4 Facts You Need To Know About Hand Hygiene


Despite the fact that we should wash our hands after using the toilet, 62% of men and 40% of women don’t actually do it. While we might not think there’s anything wrong with this, these hand hygiene facts might make you think twice.

80% of diseases are spread by touch

A staggering 80% of contagious diseases are transferred by touch alone which means that they can be easily prevented by implementing proper hand washing techniques. Touching food with contaminated hands for example spreads harmful bacteria such as Salmonella and E. Coli which can lead to diarrhoeal infection. While diarrhoea remains the second most common cause of childhood death, simple and effective handwashing can reduce diarrhoea rates by 40%.

Damp hands spread bacteria too

Even if you do give your hands a good scrub after using the bathroom, if you don’t dry them thoroughly afterwards, your efforts could be pointless. Only 43% of people claim that they dry their hands after washing which is rather concerning considering that damp hands are 1000 times more likely to spread bacteria than dry hands are.

It’s also important to think about how you’re drying your hands. Re-usable cloths harbour millions of bacteria so try to opt for disposable paper towels or a hand dryer if you can.

Bacteria travels

The problem with not washing your hands is that you then transfer bacteria to everything you touch. You may not think this sounds like a big deal but studies have found:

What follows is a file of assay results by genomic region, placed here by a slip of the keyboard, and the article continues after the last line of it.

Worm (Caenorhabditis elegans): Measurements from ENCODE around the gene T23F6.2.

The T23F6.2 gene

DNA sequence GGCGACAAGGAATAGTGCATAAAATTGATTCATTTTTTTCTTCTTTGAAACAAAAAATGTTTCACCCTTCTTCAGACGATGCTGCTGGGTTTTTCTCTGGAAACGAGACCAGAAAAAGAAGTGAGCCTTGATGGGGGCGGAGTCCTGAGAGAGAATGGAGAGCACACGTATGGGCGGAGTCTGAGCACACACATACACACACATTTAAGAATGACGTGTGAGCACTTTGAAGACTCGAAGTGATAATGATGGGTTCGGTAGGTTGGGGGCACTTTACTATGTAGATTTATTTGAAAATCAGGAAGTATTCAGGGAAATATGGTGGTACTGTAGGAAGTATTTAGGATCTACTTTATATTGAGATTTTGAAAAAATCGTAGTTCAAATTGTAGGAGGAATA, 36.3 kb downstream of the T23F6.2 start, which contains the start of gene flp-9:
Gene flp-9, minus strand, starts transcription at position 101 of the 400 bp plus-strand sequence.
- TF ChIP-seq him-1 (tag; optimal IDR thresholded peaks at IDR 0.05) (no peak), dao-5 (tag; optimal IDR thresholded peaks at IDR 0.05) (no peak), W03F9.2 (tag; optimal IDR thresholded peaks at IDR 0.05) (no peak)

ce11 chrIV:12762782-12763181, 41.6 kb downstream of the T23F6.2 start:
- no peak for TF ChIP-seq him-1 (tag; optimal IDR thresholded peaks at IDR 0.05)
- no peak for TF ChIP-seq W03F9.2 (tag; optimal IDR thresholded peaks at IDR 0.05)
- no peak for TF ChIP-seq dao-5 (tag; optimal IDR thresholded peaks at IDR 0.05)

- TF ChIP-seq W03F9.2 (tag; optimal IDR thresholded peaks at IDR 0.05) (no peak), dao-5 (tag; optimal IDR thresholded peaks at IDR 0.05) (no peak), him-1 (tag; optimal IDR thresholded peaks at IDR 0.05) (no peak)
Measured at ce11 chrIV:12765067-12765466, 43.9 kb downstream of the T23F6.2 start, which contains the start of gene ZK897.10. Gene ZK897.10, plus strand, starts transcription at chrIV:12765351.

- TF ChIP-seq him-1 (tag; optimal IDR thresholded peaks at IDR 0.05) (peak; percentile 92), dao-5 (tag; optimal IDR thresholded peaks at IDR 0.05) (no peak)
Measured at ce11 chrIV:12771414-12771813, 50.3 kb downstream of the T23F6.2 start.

• The average kitchen chopping board has around 200% more faecal bacteria on it than a toilet seat does
  • Handbags can carry up to 10,000 bacteria per square inch and 30% of bags tested were found to have faecal bacteria on them
  • Smartphones can carry more than 30,000 bacteria units per swab
  • The average office desk has 400 times more bacteria on it than a toilet seat does
  • The average keyboard can also contain more bacteria than a toilet seat

Washing your hands can help fight antibiotic resistance

Washing your hands can prevent around 30% of diarrhoea-related illnesses and approximately 20% of respiratory infections such as colds. Because antibiotics are often prescribed for these health issues, thorough hand washing can help to prevent antibiotic resistance.

Overuse of antibiotic is the single biggest factor causing resistance but if a simple hand wash can prevent illness and the need to take these medicines, it can help to reduce the likelihood that antibiotic resistance will develop.

Source: Facts and study supported by Rentokil Initial plc. Registered in England 5393279